Journal of Social Marketing, Volume 6, Issue 3, July 2016.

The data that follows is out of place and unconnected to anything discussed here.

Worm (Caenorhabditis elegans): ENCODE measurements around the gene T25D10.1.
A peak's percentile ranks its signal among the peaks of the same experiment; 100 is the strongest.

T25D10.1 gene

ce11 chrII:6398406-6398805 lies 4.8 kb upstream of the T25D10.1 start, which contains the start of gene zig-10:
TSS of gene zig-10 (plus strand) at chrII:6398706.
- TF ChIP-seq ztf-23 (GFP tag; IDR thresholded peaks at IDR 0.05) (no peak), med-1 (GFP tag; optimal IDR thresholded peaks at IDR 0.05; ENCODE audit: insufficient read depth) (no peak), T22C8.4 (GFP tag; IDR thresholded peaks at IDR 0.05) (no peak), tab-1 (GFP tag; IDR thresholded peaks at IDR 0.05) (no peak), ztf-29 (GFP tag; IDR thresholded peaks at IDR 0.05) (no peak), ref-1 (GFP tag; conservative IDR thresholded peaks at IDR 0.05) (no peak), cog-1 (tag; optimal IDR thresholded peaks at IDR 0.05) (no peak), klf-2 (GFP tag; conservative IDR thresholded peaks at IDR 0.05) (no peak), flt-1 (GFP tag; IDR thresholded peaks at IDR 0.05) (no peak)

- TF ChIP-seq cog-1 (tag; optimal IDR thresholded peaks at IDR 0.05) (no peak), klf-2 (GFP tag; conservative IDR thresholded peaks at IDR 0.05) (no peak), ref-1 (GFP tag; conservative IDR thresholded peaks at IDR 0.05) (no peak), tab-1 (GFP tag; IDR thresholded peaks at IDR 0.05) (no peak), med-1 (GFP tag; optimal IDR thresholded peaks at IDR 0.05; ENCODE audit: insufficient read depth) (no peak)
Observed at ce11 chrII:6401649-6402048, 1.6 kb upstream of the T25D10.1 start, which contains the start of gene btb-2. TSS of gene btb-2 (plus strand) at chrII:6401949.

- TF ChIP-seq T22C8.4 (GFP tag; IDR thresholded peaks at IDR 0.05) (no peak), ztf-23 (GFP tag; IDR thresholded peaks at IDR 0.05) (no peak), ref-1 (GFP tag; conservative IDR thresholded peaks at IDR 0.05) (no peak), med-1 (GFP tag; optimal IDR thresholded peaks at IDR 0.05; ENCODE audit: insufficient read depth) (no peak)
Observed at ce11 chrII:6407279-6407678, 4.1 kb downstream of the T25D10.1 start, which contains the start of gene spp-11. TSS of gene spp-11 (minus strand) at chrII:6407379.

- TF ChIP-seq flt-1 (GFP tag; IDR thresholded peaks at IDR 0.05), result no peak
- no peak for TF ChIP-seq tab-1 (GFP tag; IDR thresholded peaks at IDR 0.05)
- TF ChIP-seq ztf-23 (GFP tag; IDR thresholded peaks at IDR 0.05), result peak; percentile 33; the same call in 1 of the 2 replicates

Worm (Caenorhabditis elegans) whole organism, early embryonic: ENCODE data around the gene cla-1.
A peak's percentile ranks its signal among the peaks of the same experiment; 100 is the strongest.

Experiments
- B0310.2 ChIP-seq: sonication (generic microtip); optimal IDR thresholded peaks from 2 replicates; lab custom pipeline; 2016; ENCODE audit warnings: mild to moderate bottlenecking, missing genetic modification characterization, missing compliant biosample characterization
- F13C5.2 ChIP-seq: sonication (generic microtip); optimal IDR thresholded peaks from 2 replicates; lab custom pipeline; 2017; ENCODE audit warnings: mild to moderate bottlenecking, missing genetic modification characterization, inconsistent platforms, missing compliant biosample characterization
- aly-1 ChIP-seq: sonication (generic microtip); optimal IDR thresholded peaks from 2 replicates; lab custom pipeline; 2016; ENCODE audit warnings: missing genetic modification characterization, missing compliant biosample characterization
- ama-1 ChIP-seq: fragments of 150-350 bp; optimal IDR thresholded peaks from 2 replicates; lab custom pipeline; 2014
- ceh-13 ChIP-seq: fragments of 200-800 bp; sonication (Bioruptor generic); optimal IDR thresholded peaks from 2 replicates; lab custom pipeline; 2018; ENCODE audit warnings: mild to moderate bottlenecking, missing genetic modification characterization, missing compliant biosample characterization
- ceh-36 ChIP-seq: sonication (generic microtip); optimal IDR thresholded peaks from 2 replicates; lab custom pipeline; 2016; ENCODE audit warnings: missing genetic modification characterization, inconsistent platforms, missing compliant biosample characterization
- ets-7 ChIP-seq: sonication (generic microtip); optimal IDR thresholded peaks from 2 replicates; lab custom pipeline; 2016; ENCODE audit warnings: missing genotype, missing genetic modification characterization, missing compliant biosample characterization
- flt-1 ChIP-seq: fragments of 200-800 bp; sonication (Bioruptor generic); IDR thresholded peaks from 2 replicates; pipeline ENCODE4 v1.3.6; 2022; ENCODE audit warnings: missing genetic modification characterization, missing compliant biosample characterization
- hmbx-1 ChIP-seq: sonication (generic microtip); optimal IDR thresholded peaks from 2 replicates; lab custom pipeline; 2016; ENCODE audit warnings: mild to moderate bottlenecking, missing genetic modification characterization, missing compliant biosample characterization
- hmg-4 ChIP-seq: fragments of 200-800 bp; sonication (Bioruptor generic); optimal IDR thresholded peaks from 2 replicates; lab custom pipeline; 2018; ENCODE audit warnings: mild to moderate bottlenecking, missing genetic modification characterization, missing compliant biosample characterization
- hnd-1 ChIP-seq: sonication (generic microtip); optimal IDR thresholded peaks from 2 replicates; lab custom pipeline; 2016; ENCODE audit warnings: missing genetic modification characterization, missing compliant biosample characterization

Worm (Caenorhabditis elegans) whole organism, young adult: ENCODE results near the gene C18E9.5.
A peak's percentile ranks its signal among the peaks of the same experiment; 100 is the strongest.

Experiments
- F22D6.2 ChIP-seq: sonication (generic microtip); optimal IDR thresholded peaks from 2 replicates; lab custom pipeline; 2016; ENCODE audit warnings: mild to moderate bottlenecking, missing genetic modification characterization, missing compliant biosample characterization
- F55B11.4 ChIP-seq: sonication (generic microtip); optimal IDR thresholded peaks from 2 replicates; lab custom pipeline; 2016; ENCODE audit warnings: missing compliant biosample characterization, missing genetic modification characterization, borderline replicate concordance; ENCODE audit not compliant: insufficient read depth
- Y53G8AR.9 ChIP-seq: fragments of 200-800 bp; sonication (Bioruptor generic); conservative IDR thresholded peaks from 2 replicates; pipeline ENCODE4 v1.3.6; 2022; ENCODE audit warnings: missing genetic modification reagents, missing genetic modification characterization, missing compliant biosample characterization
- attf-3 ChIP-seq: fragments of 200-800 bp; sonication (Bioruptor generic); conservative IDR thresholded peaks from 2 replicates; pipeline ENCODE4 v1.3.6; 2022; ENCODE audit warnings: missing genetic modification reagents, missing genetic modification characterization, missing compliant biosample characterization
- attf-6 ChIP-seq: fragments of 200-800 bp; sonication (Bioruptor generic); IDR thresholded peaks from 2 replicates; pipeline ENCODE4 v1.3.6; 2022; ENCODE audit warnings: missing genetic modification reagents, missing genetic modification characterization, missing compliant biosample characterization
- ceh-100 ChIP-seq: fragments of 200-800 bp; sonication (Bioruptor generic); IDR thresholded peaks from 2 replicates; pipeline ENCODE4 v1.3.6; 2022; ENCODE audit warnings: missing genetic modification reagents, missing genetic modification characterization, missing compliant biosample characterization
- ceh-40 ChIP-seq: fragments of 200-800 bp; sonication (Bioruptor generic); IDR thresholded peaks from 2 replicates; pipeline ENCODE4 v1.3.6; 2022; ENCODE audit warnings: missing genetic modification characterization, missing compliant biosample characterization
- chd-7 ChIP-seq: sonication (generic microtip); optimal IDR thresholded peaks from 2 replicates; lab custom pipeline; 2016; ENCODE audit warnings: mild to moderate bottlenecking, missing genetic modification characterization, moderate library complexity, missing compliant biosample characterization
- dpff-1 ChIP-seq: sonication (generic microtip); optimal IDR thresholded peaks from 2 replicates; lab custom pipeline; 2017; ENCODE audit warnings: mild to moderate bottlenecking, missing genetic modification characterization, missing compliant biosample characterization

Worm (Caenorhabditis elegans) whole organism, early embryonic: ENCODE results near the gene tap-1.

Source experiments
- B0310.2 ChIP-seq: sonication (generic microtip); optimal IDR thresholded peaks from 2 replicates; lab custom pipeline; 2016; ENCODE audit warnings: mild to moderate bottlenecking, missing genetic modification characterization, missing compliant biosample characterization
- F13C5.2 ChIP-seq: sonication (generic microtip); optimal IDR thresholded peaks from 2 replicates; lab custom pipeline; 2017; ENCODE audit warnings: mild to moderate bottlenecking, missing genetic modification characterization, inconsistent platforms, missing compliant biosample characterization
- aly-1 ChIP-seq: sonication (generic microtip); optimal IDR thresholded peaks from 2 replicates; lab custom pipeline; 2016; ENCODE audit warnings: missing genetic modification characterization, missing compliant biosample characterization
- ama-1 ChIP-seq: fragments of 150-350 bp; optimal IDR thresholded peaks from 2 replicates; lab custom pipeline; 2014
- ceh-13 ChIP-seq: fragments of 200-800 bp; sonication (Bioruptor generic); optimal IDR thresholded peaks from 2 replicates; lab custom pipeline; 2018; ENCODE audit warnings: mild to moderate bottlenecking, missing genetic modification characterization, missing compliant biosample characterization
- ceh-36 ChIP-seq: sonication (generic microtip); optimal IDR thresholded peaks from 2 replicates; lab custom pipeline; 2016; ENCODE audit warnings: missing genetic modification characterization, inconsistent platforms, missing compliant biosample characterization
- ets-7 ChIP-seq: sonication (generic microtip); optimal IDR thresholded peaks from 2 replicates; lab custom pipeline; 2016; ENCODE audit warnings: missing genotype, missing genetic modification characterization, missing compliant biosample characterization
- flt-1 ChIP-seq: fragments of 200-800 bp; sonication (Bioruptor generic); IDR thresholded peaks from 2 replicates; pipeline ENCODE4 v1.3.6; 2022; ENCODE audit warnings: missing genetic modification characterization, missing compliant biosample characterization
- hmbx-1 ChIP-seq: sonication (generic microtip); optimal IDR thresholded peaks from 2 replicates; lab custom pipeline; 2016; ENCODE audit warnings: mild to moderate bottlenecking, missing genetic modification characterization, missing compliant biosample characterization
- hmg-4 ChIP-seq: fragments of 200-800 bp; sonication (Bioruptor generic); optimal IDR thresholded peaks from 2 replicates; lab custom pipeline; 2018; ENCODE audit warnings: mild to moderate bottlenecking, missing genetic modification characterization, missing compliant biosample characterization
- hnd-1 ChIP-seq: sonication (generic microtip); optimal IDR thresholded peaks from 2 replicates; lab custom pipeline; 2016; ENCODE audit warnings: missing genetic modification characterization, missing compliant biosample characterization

Purpose This paper provides guidance on how midstream social marketing can be employed to understand and address wicked problems through adopting a collaborative systems integration approach conceptualised from a macromarketing perspective. Design/methodology/approach Rothschild’s motivation, opportunity and ability (MOA) framework is applied in this study to understand veterinarians as midstream microactors in the macrosystem of wicked animal welfare issues. Focus group and individual interview data from veterinarians were analysed through the lens of the MOA framework to understand veterinarians’ as midstream microactors within a systems continuum. Findings The MOA of veterinarians to engage downstream targets – cat owners – in behaviour change are identified. Fresh insights reveal the challenges and barriers to simply focusing on veterinarians’ as the key microactor required to address the wicked problem of cat overpopulation. Challenges identified include the cost of sterilization to both owners and veterinary practices, alongside vying beliefs about the capacity of individual veterinarians to persuade owners about the benefits of sterilization to improve animal welfare. Additionally, insight into veterinarians’ perceptions of upstream strategies to address the problem – in terms of marketing, education and law – expose further complications on where regulation and law enforcement can be integrated in future social marketing strategies to address the cat overpopulation problem. Practical implications The application of the MOA framework improves understanding of the concept and practice of midstream social marketing. It provides a practical and strategic tool that social marketers’ can apply when approaching behaviour change that leverages midstream actors as part of the social change solution. Originality/value Research and theorisation in this paper demonstrates an alternative pathway to address wicked problems via a collaborative systems integration approach conceptualised from a macromarketing perspective. Effective long-term change relies on understanding and coordinating a broad macrosystem of interconnected actors along a downstream, midstream and upstream continuum. This starts by understanding the microactions of individual actors within the macrosystem.


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